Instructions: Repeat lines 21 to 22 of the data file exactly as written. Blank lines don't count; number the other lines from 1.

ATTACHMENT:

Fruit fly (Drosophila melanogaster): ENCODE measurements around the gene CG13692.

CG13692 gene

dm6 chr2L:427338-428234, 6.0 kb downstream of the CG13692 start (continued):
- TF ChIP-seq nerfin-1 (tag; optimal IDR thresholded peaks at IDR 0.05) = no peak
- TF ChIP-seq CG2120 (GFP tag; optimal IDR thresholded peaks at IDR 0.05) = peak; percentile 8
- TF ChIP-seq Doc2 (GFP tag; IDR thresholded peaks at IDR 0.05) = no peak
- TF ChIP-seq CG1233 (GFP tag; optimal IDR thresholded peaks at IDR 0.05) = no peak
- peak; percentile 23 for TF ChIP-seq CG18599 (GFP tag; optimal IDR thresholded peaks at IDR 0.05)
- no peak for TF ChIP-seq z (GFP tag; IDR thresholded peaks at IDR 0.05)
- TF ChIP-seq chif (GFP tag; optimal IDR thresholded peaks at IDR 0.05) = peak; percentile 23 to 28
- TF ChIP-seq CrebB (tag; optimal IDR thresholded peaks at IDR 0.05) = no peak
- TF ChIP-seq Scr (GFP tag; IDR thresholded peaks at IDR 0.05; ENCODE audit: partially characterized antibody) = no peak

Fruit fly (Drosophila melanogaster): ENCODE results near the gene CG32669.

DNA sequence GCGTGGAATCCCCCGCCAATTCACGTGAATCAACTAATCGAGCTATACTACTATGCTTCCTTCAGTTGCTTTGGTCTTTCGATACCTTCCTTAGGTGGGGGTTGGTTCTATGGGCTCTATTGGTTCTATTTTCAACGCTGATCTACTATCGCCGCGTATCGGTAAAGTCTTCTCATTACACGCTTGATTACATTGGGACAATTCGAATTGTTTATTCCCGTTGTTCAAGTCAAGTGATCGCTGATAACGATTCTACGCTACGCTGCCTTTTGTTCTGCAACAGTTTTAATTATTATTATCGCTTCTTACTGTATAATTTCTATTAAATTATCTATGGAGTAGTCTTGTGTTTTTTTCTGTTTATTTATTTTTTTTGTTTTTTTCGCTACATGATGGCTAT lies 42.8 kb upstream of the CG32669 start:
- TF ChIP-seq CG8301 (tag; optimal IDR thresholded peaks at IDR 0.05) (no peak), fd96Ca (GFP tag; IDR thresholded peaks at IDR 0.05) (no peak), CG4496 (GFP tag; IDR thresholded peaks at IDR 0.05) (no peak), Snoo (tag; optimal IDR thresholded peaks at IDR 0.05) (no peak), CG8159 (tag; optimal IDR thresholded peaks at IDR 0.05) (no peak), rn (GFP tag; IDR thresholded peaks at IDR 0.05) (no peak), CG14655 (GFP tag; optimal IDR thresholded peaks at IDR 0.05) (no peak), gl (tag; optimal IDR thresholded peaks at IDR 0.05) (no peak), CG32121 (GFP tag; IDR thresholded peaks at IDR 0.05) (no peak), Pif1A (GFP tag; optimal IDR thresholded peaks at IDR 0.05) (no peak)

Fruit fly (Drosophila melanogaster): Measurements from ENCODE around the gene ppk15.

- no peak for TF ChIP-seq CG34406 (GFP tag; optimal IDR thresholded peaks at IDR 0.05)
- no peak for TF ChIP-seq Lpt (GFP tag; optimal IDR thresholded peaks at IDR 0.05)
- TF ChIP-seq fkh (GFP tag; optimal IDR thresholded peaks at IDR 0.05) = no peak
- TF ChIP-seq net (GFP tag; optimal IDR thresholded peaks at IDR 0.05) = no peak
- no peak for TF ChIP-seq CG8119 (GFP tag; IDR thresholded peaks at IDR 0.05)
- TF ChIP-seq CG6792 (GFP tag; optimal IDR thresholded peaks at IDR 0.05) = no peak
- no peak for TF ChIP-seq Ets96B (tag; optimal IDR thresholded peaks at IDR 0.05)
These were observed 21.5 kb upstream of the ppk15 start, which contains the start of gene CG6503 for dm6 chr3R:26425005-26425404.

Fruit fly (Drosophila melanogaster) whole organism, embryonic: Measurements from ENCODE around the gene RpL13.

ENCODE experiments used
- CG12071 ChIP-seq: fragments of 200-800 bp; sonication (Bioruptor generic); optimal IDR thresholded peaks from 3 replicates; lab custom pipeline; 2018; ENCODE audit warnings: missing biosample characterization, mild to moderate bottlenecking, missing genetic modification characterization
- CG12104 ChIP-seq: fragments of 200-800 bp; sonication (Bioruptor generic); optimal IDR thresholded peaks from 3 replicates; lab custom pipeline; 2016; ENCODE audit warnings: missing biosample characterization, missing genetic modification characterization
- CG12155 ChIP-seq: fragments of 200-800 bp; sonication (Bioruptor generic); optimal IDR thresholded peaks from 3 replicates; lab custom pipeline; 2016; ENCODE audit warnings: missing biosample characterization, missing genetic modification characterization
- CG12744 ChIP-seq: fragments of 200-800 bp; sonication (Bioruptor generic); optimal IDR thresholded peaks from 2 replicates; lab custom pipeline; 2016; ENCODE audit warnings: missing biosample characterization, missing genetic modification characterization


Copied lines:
- no peak for TF ChIP-seq CG8119 (GFP tag; IDR thresholded peaks at IDR 0.05)
- TF ChIP-seq CG6792 (GFP tag; optimal IDR thresholded peaks at IDR 0.05) = no peak